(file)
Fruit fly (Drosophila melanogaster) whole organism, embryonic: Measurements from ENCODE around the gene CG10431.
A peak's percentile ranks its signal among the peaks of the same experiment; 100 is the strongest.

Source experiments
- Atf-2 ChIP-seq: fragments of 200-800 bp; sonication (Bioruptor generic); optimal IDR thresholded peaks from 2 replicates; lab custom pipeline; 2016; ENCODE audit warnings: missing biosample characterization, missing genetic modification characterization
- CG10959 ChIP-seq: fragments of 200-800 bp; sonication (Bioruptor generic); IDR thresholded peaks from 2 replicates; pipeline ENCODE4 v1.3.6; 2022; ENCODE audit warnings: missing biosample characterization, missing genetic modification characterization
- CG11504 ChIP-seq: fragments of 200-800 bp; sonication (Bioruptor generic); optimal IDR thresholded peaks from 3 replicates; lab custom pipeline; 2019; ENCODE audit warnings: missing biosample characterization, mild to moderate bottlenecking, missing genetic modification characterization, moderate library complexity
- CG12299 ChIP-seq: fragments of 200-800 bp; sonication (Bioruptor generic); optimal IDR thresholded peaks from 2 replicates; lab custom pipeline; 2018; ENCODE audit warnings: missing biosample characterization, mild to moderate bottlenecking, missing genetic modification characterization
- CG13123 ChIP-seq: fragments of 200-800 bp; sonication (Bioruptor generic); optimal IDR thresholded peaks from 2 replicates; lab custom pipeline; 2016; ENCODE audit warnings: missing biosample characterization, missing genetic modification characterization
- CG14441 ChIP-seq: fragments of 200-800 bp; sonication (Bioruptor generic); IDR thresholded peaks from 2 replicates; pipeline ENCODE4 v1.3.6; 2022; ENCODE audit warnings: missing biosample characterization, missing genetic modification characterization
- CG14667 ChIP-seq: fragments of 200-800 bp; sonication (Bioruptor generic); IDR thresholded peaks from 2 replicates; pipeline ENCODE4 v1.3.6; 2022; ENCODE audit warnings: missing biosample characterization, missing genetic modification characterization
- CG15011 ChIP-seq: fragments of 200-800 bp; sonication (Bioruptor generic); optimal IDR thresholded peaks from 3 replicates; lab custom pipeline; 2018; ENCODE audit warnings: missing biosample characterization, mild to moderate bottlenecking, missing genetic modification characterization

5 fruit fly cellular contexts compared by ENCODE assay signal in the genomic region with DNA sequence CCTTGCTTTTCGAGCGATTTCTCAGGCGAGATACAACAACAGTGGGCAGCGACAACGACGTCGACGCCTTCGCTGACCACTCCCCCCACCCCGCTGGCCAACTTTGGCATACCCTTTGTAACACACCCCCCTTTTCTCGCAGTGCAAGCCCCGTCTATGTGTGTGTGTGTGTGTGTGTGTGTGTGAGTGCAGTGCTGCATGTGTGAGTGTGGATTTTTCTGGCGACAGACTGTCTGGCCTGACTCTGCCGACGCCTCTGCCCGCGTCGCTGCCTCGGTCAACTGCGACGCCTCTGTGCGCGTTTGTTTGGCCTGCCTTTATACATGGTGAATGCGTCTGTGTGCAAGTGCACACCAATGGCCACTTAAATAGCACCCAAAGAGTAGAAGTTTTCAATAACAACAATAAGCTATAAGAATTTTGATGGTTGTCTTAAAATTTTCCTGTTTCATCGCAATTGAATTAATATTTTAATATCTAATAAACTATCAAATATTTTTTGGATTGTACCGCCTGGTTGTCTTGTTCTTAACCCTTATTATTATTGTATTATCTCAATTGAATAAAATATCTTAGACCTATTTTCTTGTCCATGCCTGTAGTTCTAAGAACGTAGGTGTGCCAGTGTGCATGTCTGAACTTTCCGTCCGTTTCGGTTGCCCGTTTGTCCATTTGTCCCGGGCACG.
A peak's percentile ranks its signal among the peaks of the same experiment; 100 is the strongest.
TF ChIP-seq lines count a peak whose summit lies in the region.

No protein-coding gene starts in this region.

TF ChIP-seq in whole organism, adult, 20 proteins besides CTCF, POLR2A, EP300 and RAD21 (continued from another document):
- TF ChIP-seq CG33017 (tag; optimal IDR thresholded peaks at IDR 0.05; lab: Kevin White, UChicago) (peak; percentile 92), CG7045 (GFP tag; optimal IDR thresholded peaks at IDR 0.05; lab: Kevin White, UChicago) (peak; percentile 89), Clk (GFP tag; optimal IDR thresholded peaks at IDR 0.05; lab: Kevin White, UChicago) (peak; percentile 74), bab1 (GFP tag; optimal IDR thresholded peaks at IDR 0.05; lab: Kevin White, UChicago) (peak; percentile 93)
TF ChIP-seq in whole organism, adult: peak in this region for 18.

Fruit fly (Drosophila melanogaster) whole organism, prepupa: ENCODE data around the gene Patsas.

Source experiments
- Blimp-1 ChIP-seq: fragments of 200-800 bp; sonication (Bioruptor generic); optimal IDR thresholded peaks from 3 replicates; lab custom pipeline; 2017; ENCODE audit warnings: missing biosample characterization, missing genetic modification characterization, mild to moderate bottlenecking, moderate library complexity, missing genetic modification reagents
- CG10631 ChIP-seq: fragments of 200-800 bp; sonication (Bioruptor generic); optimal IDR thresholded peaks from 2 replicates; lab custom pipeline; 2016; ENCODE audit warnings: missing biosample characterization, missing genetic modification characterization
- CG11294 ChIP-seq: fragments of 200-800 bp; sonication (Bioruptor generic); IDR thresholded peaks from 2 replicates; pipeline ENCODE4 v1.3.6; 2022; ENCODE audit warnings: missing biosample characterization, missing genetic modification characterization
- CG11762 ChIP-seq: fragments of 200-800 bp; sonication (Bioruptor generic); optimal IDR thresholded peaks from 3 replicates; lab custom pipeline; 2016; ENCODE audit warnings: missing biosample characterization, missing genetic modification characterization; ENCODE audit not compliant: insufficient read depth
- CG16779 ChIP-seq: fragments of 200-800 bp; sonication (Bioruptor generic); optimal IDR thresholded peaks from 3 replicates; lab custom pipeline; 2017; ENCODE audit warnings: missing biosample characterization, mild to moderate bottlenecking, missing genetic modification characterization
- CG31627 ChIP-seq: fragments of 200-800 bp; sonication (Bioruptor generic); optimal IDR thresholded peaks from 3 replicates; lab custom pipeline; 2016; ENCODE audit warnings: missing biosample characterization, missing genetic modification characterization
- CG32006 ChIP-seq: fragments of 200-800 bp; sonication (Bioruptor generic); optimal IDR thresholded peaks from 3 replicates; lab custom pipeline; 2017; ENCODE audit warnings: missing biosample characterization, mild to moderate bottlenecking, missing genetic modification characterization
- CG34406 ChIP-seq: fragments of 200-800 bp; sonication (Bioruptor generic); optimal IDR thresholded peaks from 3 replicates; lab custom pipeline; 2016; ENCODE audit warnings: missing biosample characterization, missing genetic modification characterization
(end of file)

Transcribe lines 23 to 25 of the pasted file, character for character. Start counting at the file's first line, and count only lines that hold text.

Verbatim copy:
- CG11294 ChIP-seq: fragments of 200-800 bp; sonication (Bioruptor generic); IDR thresholded peaks from 2 replicates; pipeline ENCODE4 v1.3.6; 2022; ENCODE audit warnings: missing biosample characterization, missing genetic modification characterization
- CG11762 ChIP-seq: fragments of 200-800 bp; sonication (Bioruptor generic); optimal IDR thresholded peaks from 3 replicates; lab custom pipeline; 2016; ENCODE audit warnings: missing biosample characterization, missing genetic modification characterization; ENCODE audit not compliant: insufficient read depth
- CG16779 ChIP-seq: fragments of 200-800 bp; sonication (Bioruptor generic); optimal IDR thresholded peaks from 3 replicates; lab custom pipeline; 2017; ENCODE audit warnings: missing biosample characterization, mild to moderate bottlenecking, missing genetic modification characterization